From farm to fork, the global health crisis triggered by Covid-19 is a serious threat to our food systems. Notwithstanding, new opportunities are emerging for young people to participate more actively in agricultural value chains. For the “youngest” continent, projected to have 50% of the population aged under 25 years by 2050, seizing this opportunity is key to ensuring that its young people have economic opportunities backed by resources, investment, and an enabling environment.
In the following interview, Samson Ogbole, a farmer and agribusiness expert, reflects on how young people can identify opportunities in the agribusiness sector both during and post Covid-19.
As the founder of Soilless Farm Lab, can you briefly tell us about this enterprise and its activities?
Soilless Farm Lab is the smart way to farm. Today, we are aware that the basic challenge of agriculture is on how to maximize food production without harming the environment, while also reducing post-harvest losses. As a leading technology enabler for agriculture, we are addressing these challenges by developing farming tools and implementing smart and sustainable agricultural practices. We train and establish “soilless” farms as a means to create enablers of agricultural production such as tissue culture for clean seeds, soilless farming for food production all year round, artificial intelligence (AI) for ease of operations, and blockchain for tracking and increasing transparency for food production.
Are there any impacts of Covid-19 on your agribusiness ventures?
My company has three strategic focus areas, namely: farm establishment, and consultancy; research for development; and training and capacity building. Since the pandemic started in Nigeria, the former two areas have been greatly affected, especially with the lockdown. We produce and supply mainly to structured markets, restaurants, and hotels, but due to the lockdown and movement restrictions, we had to stop production.
In the area of research, we have slowed down our operations as we are unable to import new reagents for biochemical analysis. However, we have been able to increase our margins from training and capacity development programs.
Will Covid-19 encourage or discourage young people from venturing into agriculture?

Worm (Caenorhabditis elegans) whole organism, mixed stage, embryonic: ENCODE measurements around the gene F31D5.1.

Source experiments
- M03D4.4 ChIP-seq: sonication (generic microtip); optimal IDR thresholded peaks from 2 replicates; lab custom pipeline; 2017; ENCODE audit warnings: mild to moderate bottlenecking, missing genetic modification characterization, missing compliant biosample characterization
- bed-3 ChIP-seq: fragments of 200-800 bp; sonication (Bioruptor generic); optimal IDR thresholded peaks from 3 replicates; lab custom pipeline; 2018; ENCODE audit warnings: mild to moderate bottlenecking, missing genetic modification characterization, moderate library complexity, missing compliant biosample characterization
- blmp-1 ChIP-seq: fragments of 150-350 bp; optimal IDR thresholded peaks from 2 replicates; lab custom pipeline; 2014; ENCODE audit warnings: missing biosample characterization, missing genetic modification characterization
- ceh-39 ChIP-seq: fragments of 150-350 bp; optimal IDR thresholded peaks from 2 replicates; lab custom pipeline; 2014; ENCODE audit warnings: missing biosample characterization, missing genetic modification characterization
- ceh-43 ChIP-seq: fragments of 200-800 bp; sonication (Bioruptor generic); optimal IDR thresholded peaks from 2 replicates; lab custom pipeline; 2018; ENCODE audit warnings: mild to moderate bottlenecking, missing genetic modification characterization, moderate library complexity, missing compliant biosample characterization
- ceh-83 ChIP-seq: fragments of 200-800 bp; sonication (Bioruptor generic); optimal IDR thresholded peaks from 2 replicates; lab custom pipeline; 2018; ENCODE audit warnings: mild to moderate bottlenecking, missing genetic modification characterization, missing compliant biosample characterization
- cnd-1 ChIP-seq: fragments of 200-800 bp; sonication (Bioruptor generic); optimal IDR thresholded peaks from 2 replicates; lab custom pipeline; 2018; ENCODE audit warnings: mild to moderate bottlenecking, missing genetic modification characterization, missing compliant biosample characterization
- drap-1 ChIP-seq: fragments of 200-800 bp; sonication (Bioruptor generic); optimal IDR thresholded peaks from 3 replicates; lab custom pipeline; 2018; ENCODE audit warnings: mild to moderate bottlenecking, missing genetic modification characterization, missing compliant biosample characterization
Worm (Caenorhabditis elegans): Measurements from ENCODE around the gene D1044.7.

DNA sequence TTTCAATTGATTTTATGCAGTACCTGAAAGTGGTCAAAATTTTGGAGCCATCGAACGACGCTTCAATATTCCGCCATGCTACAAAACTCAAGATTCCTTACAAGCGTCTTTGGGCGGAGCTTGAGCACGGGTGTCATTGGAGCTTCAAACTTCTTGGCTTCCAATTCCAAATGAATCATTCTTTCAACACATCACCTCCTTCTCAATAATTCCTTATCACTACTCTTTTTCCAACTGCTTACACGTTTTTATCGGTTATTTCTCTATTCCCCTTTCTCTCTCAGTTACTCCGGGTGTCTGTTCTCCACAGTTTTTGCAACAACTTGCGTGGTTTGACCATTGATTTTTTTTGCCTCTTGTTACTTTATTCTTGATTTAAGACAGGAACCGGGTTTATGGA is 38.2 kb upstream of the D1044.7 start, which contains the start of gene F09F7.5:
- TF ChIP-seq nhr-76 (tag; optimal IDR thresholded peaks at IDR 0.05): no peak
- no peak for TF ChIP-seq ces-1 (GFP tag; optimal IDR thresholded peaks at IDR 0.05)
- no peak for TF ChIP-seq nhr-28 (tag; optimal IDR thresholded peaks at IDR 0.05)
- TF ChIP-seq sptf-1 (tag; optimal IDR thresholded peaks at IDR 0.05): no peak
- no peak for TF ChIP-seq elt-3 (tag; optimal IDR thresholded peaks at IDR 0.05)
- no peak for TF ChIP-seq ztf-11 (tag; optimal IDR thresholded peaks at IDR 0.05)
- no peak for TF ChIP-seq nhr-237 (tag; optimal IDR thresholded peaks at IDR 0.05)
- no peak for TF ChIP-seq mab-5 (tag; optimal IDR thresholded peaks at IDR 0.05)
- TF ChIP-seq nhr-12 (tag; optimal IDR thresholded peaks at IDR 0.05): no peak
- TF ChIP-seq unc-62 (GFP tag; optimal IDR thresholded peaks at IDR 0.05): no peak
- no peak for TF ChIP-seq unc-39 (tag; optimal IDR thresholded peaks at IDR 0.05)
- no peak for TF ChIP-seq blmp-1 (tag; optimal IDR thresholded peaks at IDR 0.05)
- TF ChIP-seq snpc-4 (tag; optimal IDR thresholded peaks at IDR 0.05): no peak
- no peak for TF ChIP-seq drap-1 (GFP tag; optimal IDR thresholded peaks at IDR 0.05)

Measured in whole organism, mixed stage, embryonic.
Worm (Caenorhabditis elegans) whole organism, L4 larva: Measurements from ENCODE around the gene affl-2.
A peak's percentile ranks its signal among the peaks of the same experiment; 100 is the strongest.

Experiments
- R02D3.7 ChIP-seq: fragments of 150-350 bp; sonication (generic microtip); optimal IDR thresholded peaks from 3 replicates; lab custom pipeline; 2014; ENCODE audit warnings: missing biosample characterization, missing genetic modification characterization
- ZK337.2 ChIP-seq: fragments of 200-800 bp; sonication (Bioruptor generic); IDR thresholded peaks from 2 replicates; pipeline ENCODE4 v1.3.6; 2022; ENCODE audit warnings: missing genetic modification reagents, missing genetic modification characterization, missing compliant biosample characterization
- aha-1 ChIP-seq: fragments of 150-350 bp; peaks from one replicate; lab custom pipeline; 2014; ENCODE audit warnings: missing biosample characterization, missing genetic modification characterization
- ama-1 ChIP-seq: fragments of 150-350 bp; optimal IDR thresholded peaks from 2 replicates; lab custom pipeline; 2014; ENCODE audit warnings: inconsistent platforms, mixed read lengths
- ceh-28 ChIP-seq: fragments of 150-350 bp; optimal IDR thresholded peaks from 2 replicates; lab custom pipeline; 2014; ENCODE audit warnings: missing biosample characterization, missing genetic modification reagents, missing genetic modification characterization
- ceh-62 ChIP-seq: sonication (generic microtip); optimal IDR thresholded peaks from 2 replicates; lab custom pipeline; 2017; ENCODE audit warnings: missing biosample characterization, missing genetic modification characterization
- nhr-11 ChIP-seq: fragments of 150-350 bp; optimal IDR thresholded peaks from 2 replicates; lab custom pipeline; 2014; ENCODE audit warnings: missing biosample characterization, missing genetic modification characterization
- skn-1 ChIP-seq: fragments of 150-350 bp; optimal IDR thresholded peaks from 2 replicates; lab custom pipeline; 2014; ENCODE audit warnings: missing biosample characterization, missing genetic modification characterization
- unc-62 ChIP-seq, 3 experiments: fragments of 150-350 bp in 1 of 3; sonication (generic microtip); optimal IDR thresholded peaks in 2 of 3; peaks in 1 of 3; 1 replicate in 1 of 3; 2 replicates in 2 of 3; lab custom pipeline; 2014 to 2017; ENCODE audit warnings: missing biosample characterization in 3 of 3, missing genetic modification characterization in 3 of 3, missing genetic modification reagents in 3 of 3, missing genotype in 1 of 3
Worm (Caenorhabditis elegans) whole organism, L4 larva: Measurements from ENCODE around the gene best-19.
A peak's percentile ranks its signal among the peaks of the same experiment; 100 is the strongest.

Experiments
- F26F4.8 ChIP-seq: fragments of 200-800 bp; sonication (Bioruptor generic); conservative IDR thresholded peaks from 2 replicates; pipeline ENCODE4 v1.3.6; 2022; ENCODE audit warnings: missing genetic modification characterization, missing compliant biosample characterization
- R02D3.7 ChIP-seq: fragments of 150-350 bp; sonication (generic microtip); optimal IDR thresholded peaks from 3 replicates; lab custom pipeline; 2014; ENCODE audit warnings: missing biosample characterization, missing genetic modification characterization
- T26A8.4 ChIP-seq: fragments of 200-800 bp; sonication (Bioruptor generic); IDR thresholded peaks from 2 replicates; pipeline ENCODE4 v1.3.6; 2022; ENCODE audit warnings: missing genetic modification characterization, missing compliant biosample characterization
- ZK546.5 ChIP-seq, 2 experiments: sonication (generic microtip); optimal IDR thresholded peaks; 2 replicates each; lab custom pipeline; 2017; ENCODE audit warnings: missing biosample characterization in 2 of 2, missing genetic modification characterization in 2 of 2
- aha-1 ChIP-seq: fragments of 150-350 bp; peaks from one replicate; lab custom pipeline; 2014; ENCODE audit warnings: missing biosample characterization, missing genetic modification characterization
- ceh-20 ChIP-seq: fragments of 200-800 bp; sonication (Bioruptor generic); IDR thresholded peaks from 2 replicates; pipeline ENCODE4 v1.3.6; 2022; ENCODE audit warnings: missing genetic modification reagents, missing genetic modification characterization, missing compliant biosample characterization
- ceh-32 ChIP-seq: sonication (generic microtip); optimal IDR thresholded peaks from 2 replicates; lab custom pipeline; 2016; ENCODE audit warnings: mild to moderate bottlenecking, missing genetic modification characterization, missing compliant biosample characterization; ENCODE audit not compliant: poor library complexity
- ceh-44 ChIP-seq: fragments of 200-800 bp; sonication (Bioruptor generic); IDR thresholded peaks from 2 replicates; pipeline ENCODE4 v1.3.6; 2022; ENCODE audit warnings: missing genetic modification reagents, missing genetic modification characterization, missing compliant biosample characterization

Covid-19 is primarily a health crisis, and not necessarily a determining factor that can indicate or reduce interest in agriculture. Agriculture is handled by individuals, so the impact of the pandemic from individual perspectives such as financial, emotional, and mental health will determine what people will do next.
However, lots of stakeholders are highlighting the gap, and the need for agriculture at this time. There are also farmers who are counting their losses and struggles in the same period.
Irrespective of the situation, it is the personal drive of individuals that will lead to a decision, but what is constant is, people will continuously need food to survive. The source of the food, either homegrown or imported, is totally dependent on individuals, and core values that guarantee survival, sustainability, and wealth creation.
Currently, digital tools are the next big thing in Africa. How can digital technology accelerate youth participation in agriculture?
Today, every economic sector has adopted technology. This is the difference between the struggles of the past and the affluence in these sectors, and thus, agriculture must follow the same path.
To reflect on the case study of Nigeria, to the best of my knowledge, there was never a time in our history when the government actively campaigned for people to pick up interest in sports, entertainment, oil & gas, and banking. The younger generation were willing to pay the price to be a part of these aforementioned sectors because it ensured sustenance (breathe, bread and bed).
Young people see these industries as dignified sectors that guaranteed wealth and a life of comfort. There was a clear career path, a road map that made the non-workings of the country irrelevant in choosing to camp in those sectors.
I am convinced that digitization and technologies will play a key role in giving today’s youth that same option, so they see agriculture beyond hoes, cutlasses, and a poverty multiplying industry.
Are there agribusiness prospects to capture the imagination and innovation of young people and bring them on board?
Yes, there are existing agribusiness prospects.
The recent development in the area of machine learning and AI, coupled with its usefulness in agribusiness, means there is a whole lot that can be done. Also, across the value chain, there are enormous opportunities for young people.
For instance, the use of nanotechnology, blockchain, robots, AI in agriculture are some areas that will be facilitated to younger generations. Today, the world has advanced with the development of 3D for making food, and AI plates to help calculate calories.
Also, there are remote-controlled farms as well as sensors that allow communication between the farm and the farmer. These innovations and technologies in agriculture present a spectrum of opportunities that allow young people to select a niche in terms of interest, passion, skills (or tool reskilling to fit opportunity).
African agriculture offers enormous potential and opportunities along the chains of farm to fork, but young people must be ready to innovate and provide sustainable solutions to address the existing agricultural challenges.
Photo credit: Str8talk Magazine
This article was originally published by Enabling Sustainability